Editorials

Don't judge Jackson County superintendent before all the facts are presented

Jackson County Superintendent of Education Barry Amacker attends a school board meeting on May 14,  while a parent speaks about mistreatment of special-needs students.
Jackson County Superintendent of Education Barry Amacker attends a school board meeting on May 14, while a parent speaks about mistreatment of special-needs students. jcfitzhugh@sunherald.com

This is not how the Jackson County school system wants to be remembered.

A missing report that Superintendent Barry Amacker says his office sent to the state Department of Education to report the mistreatment of a special needs student on a school bus. DOE says it never received the report.

Then there's Amacker caught on video often paying more attention to his phone than a parent speaking at a school board meeting. She was complaining that she felt her concerns weren't being heard.

And there's the criminal case against two women seen abusing the child in a video captured by the bus' security camera. That case was handled quietly and mostly out of the public eye. The first inkling parents had came from a story by Margaret Baker that appeared in the Sun Herald.

Then, the school district was reluctant to allow the parents to speak to the school board at all. Now, those parents want Amacker removed. Right now, the board doesn't have that authority. But when his term ends next year, it can choose to hire a different superintendent.

We urge the Board to proceed with caution. By many accounts, Amacker has been a fine administrator. And, we doubt that anyone knows the details of this case better than he.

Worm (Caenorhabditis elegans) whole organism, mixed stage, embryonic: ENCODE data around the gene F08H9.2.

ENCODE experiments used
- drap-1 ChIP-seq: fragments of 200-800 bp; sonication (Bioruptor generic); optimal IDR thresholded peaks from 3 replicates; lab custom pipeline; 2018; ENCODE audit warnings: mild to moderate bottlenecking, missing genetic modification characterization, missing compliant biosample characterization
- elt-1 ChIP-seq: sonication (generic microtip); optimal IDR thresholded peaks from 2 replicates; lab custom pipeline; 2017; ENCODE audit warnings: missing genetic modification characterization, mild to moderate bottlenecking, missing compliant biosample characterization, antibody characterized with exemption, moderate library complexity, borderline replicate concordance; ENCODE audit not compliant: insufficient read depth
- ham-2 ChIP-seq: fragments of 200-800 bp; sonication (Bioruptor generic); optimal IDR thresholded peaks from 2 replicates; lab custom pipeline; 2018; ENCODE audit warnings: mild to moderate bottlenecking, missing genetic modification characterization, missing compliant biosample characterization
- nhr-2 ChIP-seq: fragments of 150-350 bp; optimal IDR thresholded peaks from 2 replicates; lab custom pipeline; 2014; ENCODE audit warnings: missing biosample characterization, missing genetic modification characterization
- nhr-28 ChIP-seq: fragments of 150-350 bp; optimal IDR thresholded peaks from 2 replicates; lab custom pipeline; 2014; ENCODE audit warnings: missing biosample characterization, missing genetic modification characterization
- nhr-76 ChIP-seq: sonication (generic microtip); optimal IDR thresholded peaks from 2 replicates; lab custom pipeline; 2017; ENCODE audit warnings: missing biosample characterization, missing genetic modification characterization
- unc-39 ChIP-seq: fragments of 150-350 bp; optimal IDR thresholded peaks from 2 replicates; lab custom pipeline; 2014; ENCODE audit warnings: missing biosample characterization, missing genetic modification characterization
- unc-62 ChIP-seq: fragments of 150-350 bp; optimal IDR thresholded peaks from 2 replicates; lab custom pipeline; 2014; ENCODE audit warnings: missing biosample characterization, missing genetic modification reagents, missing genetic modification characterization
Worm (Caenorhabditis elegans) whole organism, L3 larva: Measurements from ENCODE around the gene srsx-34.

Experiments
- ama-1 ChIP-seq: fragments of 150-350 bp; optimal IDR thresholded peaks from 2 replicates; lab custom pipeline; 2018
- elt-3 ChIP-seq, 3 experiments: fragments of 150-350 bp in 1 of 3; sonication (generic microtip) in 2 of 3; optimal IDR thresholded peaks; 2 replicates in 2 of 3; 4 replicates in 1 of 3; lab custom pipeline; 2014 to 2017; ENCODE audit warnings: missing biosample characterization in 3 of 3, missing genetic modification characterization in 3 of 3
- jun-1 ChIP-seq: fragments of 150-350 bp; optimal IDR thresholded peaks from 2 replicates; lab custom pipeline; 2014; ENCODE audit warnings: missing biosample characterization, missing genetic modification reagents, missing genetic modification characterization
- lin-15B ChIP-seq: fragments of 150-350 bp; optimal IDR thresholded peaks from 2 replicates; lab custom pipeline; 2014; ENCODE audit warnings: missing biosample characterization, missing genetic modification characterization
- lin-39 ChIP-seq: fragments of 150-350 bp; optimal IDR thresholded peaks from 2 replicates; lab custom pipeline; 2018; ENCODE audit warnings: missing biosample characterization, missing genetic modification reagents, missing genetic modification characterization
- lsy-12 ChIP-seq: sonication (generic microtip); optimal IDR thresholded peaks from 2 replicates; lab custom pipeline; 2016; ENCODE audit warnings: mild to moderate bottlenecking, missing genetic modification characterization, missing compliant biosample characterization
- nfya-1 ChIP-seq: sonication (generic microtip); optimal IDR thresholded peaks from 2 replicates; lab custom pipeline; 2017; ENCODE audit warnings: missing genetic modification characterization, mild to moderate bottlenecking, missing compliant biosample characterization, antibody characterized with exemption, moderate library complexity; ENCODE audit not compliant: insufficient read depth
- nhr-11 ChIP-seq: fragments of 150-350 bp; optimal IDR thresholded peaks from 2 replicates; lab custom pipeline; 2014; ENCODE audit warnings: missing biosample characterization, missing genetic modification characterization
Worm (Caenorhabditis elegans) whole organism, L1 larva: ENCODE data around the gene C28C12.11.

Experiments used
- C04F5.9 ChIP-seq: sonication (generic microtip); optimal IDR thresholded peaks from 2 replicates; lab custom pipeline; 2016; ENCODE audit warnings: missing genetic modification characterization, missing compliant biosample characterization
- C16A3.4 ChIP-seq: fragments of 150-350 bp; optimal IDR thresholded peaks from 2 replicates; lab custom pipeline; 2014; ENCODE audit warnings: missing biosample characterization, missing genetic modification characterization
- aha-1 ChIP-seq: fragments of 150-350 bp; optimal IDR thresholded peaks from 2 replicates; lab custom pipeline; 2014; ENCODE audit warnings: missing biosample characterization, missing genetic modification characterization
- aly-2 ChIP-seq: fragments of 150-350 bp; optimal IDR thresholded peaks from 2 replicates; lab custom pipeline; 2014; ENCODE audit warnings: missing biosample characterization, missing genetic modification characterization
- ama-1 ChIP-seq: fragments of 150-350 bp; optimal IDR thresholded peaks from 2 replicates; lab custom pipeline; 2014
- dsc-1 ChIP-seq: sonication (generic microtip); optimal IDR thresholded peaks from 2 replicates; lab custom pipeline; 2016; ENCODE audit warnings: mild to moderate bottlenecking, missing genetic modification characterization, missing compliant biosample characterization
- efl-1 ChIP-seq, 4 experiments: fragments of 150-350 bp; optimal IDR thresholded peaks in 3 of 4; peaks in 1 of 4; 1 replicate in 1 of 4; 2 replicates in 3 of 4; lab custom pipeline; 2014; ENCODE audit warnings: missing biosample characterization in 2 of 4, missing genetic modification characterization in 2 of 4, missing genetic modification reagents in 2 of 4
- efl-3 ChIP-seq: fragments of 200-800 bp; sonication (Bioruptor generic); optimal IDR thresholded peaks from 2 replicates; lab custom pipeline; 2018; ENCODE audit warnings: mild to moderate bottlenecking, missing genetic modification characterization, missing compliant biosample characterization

He should have the opportunity to explain to the Board why he handled the abuse case the way he did. And, he should be given the opportunity to show what he and his staff have done to make a repeat of the incident unlikely.

And, Amacker should do everything in his power to restore the trust of the parents. Parents such as Holly Fidele, who told Baker:

"You worry about retaliation. I don't think my son's teacher would do anything, but we all have individualized education plans in place for our children which are legal documents on what the school is supposed to be doing for our special needs kids.

"Sometimes, if teachers are unhappy about the way things are going, they can change the IEP plan, and that could mean less services for your child. Then the parents have to get an attorney. No one wants that to happen."

We certainly don't. And the district should know that we, and the parents, are paying attention. A we'll continue to report on the school district as it moves forward.

We trust the school to follow through on its promise to fully investigate the abuse and the way the district handled the case of the teacher and bus driver, both of whom were fired when the abuse came to light.

And we, the 1,000 people who signed the parents' petition to have Amacker removed and state lawmakers from Jackson County will all be watching to assure the board follows through.

The editorial represents the views of the Sun Herald editorial board. Opinions of columnists and cartoonists are their own.
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